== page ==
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Kenyan Energy Minister Raila Odinga (Photo courtesy Cyber-Africa.net)
According to Raila, Star is also expected to undertake geological and geophysical surveys at an estimated cost of US$270,000. This is the fourth block the British firm is getting from the Kenyan government.

The minister expressed optimism about the prospects for an oil discovery in Kenyan waters, saying that neighboring Tanzania had struck gas reserves off its coast and there is an international oil firm exploiting oil in Kismayu off the Somali Coast.

"Nature cannot be so unfair to Kenya as to give these natural resources to our next door neighbors while leaving us out," he said.

The minister said that there are 14 oil exploration blocks waiting for investors. He appealed to international investors to take up the offers saying that Kenya extends some of the world's most rewarding legal and tax regimes.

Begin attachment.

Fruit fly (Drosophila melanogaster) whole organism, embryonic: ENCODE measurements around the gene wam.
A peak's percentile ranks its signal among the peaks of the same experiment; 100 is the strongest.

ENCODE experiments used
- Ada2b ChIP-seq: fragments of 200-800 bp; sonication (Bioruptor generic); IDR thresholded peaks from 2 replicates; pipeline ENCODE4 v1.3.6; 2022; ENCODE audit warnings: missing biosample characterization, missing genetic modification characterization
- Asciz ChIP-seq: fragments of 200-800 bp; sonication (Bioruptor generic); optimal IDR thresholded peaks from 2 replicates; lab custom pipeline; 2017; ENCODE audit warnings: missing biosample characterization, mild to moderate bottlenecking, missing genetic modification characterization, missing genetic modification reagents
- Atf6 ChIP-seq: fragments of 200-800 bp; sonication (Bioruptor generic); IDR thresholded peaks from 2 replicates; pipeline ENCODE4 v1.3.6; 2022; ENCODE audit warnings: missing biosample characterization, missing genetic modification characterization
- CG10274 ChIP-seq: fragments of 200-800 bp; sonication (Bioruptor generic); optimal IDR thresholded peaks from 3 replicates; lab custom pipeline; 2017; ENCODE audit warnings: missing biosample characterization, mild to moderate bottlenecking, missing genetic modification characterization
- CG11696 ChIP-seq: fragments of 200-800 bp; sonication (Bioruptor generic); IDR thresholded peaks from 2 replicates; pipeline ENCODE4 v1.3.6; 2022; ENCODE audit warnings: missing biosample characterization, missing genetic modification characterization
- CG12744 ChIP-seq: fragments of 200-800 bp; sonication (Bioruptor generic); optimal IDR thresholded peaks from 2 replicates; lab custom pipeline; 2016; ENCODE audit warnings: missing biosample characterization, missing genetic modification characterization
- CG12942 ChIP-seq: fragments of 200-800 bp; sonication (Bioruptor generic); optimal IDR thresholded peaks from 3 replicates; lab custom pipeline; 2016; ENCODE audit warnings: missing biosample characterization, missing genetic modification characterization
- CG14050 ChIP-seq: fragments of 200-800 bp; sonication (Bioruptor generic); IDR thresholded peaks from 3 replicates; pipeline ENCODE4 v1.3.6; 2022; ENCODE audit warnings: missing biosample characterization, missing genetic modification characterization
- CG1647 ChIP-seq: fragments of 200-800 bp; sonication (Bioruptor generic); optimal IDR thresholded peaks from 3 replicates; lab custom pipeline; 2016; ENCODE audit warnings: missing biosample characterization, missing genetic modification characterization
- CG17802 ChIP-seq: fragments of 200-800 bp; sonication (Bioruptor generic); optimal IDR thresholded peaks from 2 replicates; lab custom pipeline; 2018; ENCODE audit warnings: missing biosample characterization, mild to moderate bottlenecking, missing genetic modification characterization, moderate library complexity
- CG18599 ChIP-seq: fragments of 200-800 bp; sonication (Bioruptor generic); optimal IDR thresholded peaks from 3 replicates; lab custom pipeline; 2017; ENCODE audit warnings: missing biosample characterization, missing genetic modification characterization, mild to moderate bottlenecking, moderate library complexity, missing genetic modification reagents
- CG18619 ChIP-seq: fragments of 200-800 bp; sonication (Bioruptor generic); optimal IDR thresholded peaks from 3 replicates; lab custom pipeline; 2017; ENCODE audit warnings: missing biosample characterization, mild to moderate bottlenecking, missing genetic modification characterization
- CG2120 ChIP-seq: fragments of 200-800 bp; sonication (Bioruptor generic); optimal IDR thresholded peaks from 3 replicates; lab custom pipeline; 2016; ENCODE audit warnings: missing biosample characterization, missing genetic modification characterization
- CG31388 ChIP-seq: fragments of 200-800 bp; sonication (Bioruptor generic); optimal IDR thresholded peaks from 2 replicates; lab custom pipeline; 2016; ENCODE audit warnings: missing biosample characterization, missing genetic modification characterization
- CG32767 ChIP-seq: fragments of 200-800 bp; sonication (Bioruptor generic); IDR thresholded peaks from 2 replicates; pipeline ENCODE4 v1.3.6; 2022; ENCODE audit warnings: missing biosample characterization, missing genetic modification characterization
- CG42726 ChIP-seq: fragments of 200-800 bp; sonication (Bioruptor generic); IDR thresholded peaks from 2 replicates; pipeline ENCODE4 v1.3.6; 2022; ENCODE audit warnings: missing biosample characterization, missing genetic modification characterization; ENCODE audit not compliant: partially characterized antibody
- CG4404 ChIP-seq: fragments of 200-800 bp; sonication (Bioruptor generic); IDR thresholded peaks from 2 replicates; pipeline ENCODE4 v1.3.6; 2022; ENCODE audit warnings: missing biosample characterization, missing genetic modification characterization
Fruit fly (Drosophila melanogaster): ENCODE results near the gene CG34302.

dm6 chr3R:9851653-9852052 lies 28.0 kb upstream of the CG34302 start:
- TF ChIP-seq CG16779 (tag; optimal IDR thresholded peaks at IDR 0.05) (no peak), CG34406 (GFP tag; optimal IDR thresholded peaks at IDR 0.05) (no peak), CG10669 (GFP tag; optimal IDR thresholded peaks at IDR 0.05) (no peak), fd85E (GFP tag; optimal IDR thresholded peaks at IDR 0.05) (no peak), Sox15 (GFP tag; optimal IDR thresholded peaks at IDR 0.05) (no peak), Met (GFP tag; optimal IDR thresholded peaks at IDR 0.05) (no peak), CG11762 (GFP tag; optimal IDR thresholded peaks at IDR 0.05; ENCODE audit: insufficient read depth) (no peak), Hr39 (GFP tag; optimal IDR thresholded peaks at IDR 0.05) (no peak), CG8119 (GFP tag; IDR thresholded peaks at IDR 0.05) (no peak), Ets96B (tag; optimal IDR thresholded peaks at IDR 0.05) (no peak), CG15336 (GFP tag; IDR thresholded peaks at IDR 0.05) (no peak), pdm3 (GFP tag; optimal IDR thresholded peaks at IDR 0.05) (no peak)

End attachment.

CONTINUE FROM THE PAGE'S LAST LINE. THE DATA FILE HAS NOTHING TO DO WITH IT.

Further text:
In July, the same partners signed agreements covering Blocks L5, L7 and L10, all of which Taylor says show good oil prospects. Taylor cited forecasts of up to 100 million barrels of oil in the areas marked for exploration.

Kenya is paying increasing attention to oil exploration in an attempt to reduce the large amounts of money it spends on importing the fuel. Last year, Kenya's oil import bill was 54 billion Kenyan shillings (about US$689 million)

With Kenya Power and Lighting mired in losses, the Kenyan government is now seeking all possible fuel sources to top up the shortfall. Many activists blame rampant destruction of forests as one of the reasons for the losses by the power firm.

Minister Raila said the government will pump in 2.5 billion shillings (US$32 million) to bail out the company.

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Employees of Kenya Power and Lighting (Photo courtesy KPL)
The minister attributed the loss to a searing drought last year which saw KPLC embark on one of the most drastic power rationing measures in the history of Kenya. The drought, the minister said, occasioned losses for the company.